3.1 It should be made clear how social media companies are investing some of their multi-billion pounds to put in place new algorithms to pick up certain hateful and unlawful words.
3.2 It should also be made clear if algorithms are set to raise a red flag. For example when a user is receiving an unexpectedly high number of engagement from another users mentioning banned words this can be flagged to a moderator who can then review the exchanges and issue a warning if necessary.
3.3 Social media companies should provide greater transparency with how their reporting system works. As users of their platforms we should know where reports then go how it is handled.Social media companies should tell us how many moderators are on the payroll and if employees use a criteria on how to deal with reports.We should know if these multi-million pound companies are providing their employee with sufficient training and support.Social media companies should tell users how data from previous reports is being used to prevent similar trolling behaviour in the future.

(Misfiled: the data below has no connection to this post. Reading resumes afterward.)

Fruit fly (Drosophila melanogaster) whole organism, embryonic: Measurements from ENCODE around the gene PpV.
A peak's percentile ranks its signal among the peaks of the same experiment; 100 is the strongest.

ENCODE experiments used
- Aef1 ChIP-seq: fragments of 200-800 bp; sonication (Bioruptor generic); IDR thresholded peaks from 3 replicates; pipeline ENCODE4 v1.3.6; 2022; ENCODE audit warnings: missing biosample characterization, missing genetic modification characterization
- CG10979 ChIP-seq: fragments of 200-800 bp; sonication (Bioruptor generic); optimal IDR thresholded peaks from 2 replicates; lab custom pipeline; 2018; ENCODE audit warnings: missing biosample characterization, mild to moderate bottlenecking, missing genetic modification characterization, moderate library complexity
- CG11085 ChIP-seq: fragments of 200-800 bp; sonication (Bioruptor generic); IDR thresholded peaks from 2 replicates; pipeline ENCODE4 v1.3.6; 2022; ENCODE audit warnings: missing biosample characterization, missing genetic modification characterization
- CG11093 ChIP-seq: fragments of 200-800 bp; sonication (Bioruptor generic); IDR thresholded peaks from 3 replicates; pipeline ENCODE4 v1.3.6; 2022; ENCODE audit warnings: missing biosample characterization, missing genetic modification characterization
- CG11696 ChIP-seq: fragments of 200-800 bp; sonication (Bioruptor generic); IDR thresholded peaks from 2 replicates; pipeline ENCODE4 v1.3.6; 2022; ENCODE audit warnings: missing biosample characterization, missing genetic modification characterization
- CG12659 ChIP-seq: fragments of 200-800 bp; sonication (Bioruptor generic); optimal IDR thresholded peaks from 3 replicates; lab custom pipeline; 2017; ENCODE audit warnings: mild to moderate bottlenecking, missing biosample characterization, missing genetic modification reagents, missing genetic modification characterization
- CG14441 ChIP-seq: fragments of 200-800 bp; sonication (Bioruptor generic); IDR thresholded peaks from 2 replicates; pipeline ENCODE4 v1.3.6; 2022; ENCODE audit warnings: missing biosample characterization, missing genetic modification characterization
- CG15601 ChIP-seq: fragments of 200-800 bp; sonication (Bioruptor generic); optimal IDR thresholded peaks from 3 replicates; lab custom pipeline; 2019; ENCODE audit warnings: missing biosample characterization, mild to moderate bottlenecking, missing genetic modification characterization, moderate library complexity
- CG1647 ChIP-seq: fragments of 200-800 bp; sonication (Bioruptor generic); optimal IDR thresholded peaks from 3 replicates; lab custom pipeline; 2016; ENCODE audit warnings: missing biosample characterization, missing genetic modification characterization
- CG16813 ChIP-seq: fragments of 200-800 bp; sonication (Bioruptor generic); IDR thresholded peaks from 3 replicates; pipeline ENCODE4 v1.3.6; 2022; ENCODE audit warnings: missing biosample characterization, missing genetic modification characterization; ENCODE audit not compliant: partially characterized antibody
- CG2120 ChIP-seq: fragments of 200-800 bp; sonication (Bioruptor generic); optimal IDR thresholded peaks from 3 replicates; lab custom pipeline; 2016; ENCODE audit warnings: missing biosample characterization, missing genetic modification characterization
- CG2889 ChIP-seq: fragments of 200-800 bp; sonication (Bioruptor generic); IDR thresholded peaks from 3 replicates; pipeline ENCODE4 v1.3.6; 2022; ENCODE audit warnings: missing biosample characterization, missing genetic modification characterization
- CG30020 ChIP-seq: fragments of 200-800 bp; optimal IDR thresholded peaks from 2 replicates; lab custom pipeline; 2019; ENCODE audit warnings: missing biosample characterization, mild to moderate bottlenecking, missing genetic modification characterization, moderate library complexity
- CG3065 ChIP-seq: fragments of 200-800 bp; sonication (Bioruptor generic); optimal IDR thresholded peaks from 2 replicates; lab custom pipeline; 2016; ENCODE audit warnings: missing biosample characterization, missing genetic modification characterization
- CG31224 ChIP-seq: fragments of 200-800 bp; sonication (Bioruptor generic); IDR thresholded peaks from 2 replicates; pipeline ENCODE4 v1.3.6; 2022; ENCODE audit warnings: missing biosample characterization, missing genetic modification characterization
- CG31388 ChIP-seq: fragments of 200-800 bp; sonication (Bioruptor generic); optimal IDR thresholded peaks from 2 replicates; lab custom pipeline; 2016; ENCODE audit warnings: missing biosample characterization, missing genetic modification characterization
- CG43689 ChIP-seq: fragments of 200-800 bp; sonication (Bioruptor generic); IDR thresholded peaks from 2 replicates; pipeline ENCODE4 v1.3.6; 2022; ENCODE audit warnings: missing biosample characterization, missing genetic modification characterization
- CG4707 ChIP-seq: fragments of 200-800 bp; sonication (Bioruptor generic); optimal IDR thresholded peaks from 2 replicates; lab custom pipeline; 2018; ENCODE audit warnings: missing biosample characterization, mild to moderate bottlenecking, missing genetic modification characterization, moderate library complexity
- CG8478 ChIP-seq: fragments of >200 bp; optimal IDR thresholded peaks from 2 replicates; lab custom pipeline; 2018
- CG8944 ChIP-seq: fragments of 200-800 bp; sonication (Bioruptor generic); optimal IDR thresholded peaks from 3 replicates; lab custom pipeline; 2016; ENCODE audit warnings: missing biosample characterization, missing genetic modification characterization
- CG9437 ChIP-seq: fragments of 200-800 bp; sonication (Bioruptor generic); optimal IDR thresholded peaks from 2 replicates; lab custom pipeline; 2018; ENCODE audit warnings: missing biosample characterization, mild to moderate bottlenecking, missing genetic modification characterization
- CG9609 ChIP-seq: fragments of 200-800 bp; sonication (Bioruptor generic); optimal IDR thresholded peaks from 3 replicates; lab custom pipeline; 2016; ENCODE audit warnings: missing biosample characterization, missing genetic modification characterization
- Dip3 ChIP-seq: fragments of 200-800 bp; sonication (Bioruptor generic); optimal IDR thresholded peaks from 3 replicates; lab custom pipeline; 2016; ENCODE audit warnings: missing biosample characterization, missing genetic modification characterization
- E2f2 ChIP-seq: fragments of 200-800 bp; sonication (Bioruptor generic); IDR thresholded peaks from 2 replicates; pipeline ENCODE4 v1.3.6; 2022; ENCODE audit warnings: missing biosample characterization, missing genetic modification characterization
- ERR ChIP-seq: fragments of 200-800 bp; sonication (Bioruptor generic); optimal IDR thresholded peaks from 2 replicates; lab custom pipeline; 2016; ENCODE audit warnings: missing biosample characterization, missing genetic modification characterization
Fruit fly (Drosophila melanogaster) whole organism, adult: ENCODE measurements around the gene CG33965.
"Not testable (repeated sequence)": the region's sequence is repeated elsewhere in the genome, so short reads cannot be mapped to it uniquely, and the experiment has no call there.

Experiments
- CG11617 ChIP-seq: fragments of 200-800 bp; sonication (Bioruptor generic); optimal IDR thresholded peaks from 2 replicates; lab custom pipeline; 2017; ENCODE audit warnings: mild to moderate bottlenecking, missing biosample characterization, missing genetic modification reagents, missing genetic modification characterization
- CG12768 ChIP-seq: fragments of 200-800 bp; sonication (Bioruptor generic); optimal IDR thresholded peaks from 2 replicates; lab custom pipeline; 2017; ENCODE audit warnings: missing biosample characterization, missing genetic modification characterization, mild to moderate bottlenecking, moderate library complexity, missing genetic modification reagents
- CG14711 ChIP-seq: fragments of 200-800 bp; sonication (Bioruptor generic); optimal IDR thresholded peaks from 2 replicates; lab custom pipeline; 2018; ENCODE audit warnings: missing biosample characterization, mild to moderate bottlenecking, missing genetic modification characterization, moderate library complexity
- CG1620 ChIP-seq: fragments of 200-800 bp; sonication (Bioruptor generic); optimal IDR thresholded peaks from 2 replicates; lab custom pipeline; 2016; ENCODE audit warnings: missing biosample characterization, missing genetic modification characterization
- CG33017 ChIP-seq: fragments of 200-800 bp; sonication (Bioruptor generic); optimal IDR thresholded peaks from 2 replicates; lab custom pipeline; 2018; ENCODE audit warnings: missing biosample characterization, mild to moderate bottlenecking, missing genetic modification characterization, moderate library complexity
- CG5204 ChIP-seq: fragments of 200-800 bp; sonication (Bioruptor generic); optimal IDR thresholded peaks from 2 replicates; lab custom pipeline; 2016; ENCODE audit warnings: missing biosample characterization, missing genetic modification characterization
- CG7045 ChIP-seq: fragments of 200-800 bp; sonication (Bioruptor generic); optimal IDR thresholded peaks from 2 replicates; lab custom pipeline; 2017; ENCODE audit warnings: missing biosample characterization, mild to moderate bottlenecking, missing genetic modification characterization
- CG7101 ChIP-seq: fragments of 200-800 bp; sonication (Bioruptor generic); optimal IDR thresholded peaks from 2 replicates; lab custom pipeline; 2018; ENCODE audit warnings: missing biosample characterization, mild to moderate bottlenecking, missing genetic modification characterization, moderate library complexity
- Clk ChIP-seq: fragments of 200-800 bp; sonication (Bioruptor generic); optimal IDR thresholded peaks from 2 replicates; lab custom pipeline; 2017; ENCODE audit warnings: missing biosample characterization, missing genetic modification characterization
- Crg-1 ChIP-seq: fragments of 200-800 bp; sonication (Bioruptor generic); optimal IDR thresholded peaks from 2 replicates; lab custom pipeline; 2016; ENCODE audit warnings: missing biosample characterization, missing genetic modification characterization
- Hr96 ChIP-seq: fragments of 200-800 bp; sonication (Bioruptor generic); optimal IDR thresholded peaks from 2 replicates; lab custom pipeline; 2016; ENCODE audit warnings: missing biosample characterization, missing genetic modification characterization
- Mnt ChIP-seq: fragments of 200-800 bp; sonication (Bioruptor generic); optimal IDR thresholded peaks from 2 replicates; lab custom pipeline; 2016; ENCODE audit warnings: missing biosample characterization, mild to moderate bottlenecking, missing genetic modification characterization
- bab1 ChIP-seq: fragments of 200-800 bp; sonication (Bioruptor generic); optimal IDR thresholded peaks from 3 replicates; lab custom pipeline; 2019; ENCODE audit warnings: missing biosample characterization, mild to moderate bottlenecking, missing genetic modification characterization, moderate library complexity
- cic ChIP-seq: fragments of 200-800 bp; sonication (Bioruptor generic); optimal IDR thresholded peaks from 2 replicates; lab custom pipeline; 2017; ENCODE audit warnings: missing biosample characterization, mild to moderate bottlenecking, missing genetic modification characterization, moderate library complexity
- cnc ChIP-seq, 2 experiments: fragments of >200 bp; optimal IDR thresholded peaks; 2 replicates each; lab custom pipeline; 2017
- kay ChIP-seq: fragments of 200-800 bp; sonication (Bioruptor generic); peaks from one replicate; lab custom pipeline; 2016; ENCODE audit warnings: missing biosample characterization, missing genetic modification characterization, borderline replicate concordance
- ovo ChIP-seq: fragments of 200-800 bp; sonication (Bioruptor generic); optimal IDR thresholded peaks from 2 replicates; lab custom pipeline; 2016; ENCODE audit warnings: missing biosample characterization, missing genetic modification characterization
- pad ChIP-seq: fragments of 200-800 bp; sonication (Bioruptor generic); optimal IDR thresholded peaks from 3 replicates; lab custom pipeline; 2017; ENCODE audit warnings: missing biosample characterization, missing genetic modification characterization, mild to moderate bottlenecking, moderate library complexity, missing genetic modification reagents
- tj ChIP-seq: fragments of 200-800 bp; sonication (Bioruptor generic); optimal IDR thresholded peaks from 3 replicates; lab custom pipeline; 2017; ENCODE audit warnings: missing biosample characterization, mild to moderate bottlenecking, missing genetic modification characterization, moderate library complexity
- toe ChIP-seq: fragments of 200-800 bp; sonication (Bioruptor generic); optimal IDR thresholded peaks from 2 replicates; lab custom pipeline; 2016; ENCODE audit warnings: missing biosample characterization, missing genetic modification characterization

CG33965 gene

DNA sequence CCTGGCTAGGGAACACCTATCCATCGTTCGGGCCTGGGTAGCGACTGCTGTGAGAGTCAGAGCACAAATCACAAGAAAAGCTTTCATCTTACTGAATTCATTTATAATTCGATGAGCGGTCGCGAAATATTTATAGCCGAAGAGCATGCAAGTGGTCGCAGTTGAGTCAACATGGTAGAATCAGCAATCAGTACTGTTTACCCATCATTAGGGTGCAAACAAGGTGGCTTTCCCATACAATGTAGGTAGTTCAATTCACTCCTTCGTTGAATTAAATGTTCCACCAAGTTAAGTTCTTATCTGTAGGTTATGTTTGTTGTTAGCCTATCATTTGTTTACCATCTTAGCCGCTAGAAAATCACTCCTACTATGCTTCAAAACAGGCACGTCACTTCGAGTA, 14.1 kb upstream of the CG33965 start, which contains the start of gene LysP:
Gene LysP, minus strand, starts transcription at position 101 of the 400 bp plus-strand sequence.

3.4. Social media companies should set themselves targets on responding quickly to reports and customer service based on “How did we do feedback forms”. If social media companies review how quick moderators are responding to different reporting categories, address any inconsistencies and set themselves targets to improve.
4. Communicating to rebuild trust